225 grams plain flour
3 tablespoons best-quality cocoa powder (sifted)
1 teaspoon bicarbonate of soda

Mix the wet ingredients together, the dry ingredients together, then combine wet with dry, spoon into muffin cases (12) and bake for 15 – 20 minutes, gas mark 6 or equivalent.

Once cooked, I woke up himself with a cup of tea and a warm muffin.

Him:  Oh

Me:  What?

Him:  I didn’t expect banana

Silence

I wonder if Nigella gets that response?

Blueberry Muffins

photo 2 (1)

I’ve always thought muffins for breakfast was way too American for my liking.  Not that I have anything against American breakfasts at all, but breakfast selection does depend on how you’ve been brought up, and cake for breakfast was just never seen as a good thing in our household.  In fact, it was seriously frowned upon.  However, I have been trying to broaden my culinary horizons for some years now, and decided that today was the day that we would push the boat out and have fresh muffins for breakfast.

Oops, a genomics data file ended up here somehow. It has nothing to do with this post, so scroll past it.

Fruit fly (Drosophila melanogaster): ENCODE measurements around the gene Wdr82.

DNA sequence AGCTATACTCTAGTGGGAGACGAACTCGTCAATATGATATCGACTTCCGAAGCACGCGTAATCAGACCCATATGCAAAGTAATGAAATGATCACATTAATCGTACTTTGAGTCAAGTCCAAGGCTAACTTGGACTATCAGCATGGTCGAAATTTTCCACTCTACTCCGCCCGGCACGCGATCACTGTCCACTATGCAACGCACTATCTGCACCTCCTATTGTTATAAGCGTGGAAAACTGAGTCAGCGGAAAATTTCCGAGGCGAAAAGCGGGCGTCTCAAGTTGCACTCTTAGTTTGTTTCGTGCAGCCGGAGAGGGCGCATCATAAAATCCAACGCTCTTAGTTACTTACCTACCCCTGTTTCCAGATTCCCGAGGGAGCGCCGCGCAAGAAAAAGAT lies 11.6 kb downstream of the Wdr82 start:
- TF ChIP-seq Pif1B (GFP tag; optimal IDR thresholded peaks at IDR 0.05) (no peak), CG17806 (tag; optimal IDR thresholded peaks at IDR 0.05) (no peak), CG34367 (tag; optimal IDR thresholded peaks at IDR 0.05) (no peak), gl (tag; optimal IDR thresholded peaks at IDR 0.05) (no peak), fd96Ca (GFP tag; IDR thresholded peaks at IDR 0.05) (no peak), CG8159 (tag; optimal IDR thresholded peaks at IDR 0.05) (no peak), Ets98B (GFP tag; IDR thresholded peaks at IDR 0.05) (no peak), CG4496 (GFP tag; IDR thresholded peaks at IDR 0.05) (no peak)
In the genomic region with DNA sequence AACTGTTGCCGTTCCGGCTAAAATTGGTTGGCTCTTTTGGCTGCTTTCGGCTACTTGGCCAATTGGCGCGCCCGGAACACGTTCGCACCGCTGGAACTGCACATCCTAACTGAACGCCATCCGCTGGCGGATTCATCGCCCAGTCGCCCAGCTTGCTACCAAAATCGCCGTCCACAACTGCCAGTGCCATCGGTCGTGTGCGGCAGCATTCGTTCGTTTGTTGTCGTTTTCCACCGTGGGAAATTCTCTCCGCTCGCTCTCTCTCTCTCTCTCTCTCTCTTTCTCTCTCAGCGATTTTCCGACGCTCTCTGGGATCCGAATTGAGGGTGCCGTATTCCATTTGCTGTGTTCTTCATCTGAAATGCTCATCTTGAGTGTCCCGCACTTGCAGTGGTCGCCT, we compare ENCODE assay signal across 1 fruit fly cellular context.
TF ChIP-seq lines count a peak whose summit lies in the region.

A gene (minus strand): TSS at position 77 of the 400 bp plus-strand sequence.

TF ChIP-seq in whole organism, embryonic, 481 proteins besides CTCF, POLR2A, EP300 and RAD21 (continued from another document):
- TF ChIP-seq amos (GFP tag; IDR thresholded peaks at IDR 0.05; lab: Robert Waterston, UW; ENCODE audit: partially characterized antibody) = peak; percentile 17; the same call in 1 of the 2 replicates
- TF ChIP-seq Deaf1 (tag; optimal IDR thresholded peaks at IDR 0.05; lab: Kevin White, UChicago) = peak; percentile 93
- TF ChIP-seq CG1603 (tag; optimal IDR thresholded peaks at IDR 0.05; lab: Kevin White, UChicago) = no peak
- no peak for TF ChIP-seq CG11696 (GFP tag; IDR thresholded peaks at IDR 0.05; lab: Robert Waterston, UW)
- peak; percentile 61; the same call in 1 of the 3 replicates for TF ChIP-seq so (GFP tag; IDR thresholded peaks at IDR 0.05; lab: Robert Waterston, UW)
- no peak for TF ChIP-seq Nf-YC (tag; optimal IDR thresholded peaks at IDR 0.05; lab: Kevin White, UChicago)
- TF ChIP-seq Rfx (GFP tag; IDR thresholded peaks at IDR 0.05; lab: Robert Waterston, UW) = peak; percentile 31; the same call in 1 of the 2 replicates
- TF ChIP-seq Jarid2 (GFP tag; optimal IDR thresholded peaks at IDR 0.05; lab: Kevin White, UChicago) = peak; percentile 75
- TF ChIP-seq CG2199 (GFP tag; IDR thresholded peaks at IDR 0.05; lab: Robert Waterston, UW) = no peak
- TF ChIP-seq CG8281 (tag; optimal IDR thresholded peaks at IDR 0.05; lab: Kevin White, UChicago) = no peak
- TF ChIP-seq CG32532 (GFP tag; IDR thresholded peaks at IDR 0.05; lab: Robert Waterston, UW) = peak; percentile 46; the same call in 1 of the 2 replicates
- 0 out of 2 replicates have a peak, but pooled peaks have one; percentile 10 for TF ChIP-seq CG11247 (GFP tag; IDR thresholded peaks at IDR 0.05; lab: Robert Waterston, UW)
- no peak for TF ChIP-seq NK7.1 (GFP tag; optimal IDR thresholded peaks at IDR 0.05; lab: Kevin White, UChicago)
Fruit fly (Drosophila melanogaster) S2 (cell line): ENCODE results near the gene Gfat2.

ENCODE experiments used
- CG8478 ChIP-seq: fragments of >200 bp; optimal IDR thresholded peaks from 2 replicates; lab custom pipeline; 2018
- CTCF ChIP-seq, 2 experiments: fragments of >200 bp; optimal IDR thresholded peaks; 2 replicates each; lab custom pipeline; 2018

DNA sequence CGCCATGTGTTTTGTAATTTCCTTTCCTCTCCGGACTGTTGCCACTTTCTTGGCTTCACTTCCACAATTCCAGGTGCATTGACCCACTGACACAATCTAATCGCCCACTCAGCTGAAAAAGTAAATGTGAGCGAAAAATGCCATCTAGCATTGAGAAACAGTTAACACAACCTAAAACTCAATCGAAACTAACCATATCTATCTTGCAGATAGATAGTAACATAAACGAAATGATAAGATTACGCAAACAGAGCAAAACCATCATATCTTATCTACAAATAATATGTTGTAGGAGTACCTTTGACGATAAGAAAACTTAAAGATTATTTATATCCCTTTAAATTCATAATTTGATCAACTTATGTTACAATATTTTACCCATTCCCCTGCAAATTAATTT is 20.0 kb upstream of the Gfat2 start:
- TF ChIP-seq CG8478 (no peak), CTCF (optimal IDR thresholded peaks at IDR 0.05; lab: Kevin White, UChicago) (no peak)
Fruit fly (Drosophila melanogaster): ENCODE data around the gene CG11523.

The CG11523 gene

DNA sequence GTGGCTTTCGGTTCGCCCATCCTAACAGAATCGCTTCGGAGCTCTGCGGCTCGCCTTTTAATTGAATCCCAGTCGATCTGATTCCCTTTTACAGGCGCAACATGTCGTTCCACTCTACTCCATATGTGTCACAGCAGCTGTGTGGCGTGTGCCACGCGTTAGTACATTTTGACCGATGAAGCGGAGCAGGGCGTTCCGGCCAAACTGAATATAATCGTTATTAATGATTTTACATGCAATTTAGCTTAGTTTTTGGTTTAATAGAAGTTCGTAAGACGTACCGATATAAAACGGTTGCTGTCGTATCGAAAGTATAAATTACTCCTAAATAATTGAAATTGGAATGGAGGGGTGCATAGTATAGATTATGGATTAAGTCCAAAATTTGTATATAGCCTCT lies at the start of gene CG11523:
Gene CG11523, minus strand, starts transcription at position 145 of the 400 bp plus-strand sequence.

I’ve often wondered exactly what the difference between a fairy cake (or cupcake as they are now so often referred to) and a muffin is, as they do taste pretty similar. And for those of you who may also ponder such things, here is my brief synopsis. Muffins are more batter tasting and made with as little mixing as possible, so the dry ingredients are swirled around nonchalantly together, then the wet ingredients are whisked together.  When combined it is recommended that you use a wooden spoon and stir together just enough that the ingredients know each other but aren’t overly familiar.  The blueberries, or whatever takes your fancy, are then added, once again with as little mixing as possible.  The mixture is then plopped into cases and shoved in the oven. No tender smoothing over, no concern about the way it’s plopped into the case. Nothing. Treat ’em mean.  Muffins also never have a topping on them.

Whereas fairy cakes are made by fairies.

So, this morning I had my whole domestic goddess head on and prepared the muffin mixture, distributed in cases accordingly, and popped the tray into the oven for 20 minutes whilst I went to get changed.  Although it is Sunday I had places to be this morning, so timing was crucial.  Having dressed etc, I came down to find the muffins perfectly cooked.  Smugly I presented them to the family who made absolutely the right facial expressions and cooed appropriately.

What I had forgotten of course, is that when you put fruit in cakes, the fruit gets hot. And stays hot for quite a while.

Ah well, they were still delicious, and I’ll know for next time that although warm muffins is a wonderful idea for breakfast I must remember the basic rules of culinary physics.